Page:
Three 100-pound gas cylinders, which anti-narcotics agents say were used to transport cannabis, were on Monday tendered as evidence in the trial of Colin Denny and Malika Softleigh, who are charged with drug trafficking.
The charge against Denny and Softleigh states that the two, between November 14th and November 15th, 2017, at Lot 6 ‘C’ Tucville Terrace, trafficked 57.8608 grammes of cannabis.
Taking the witness box in the court of Principal Magistrate Judy Latchman on Monday in Georgetown was the Customs Anti-Narcotic Unit (CANU) rank who went to the location where the cylinders were left.
The rank stated that on November 15th, 2017, he and another CANU rank and police officer went to the Tucville location, where they knocked at the door for about 30 minutes and got no response. They subsequently gained entry into the property by force. The rank said they searched the entire home and found no one. He further stated that in the kitchen of the home, he found three gas cylinders. While inspecting the cylinders, he knocked each of them and they each made a strange sound. The bottom of each cylinder also appeared to have been cut and welded back together.
The ranks subsequently took possession of the cylinders. The witness added that they locked the home and left a CANU form that stated what was taken from the home and for the occupants to report to the CANU headquarters immediately.
The man told the court that the cylinders, which were marked and placed into storage, were subsequently cut open in the presence of the accused, their attorney James Bond and other CANU officers. He then stated that as they cut the first cylinder open, using an angle grinder, mud was found stuffed into the bottom along with black plastic. When the plastic was removed, nine parcels of transparent packages, containing leaves, seeds and stems, suspected to be cannabis, were found. The other cylinders were also cut and similar finds were made. The second cylinder contained 13 transparent parcels and the third contained nine. Each parcel was then marked. A sample was taken from each of the parcels and tested. The contents of each were confirmed to be cannabis.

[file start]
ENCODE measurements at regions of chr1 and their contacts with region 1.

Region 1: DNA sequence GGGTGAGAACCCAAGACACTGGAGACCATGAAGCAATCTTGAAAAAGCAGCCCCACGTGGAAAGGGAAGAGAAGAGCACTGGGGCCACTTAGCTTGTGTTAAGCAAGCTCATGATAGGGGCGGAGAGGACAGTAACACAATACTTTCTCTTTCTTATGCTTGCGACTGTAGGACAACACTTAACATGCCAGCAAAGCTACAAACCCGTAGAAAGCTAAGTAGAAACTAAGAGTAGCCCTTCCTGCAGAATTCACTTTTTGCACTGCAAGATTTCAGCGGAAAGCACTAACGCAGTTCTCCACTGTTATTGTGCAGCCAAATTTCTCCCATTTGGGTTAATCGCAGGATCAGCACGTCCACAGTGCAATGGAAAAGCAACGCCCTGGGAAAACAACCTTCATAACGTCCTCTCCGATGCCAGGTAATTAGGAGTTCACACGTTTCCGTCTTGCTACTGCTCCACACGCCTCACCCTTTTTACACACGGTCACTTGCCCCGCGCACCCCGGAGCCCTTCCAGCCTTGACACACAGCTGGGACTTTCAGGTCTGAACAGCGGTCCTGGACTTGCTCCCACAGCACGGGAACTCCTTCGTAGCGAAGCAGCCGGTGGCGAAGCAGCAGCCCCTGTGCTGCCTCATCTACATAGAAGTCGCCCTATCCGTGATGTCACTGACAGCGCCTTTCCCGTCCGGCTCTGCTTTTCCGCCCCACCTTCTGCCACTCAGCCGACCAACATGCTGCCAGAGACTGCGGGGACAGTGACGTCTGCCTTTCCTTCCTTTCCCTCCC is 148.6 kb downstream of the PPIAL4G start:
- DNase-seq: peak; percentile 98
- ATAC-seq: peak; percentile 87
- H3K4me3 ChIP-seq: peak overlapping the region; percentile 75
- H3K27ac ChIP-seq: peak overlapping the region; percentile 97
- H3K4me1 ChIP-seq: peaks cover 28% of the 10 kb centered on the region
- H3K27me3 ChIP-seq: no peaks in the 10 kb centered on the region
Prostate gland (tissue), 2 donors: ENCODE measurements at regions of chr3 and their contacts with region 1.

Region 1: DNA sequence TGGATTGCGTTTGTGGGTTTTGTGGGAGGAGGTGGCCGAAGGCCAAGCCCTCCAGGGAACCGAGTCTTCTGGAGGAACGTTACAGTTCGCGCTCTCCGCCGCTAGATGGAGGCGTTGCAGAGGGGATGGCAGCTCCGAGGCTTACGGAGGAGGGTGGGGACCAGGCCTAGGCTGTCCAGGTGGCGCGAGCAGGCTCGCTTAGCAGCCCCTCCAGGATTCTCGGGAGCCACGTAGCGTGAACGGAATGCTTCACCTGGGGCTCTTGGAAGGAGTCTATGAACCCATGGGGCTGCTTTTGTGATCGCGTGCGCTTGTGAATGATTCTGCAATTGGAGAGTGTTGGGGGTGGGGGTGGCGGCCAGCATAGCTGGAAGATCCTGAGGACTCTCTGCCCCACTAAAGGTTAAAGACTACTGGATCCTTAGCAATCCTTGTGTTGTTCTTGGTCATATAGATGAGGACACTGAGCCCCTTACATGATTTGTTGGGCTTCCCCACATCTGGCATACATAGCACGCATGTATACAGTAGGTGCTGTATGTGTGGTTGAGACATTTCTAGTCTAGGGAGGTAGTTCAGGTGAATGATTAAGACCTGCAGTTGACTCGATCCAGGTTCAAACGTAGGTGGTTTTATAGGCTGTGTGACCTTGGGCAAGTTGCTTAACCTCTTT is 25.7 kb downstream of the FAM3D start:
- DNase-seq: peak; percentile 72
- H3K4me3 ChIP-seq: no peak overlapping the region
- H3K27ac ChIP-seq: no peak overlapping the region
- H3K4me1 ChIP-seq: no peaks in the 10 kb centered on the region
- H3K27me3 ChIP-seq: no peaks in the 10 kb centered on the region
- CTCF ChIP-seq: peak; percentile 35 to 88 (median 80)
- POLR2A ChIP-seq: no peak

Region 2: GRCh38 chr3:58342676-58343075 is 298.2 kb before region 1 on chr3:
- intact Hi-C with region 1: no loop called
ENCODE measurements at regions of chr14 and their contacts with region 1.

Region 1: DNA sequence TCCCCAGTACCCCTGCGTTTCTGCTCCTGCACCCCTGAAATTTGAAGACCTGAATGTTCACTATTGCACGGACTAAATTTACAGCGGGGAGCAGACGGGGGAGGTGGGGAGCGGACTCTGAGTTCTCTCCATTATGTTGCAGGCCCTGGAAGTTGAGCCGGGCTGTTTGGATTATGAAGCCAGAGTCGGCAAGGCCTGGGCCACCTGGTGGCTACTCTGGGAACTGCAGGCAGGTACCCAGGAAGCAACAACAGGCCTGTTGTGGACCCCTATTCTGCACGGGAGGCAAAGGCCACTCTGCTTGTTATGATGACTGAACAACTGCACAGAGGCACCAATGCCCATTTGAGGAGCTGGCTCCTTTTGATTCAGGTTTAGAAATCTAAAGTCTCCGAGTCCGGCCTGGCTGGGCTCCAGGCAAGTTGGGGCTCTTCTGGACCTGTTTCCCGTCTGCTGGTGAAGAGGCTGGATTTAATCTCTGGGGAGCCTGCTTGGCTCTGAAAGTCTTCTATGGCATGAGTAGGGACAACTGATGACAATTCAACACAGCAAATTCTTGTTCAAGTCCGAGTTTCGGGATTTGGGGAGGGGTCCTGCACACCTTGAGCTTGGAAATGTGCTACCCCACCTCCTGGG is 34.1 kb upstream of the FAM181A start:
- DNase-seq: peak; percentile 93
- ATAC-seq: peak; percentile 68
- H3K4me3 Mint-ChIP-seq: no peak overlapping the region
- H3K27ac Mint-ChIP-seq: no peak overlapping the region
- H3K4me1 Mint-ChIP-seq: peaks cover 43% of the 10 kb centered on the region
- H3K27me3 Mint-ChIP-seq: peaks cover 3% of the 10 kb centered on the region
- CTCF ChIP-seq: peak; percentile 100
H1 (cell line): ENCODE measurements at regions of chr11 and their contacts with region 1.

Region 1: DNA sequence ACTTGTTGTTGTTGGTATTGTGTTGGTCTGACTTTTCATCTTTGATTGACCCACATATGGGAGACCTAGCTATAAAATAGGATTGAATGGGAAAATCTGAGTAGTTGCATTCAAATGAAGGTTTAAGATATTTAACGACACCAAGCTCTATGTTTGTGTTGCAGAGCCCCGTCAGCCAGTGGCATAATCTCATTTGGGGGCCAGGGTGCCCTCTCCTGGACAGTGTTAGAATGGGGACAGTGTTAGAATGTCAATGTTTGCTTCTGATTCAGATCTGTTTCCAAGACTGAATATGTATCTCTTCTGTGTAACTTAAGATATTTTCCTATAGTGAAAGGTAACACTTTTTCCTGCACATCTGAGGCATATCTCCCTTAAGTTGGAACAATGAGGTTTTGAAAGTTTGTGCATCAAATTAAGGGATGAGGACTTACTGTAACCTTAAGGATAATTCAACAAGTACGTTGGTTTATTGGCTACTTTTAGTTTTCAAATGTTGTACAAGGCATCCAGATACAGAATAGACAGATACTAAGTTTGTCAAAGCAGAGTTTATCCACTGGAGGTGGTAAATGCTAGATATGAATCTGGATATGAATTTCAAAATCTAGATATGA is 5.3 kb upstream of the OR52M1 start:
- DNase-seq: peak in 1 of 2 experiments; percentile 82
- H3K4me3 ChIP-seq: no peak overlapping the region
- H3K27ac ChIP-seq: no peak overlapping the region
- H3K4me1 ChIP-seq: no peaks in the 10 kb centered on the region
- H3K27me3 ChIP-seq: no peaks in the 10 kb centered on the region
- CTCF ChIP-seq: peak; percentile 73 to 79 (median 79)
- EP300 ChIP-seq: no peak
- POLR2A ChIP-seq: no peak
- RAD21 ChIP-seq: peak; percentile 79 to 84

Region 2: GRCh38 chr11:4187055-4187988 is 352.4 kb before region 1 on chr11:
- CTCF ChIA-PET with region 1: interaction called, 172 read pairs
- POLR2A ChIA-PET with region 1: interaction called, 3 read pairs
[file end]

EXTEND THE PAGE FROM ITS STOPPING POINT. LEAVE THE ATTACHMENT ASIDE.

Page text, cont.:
After this was stated, CANU Prosecutor Konyo Sandiford made an application for the parcels and cylinders to be tendered as evidence. The parcels were lined up in order of how they were marked on the courtroom floor for the magistrate and the defendants’ attorney to see.
The trial is set to continue today.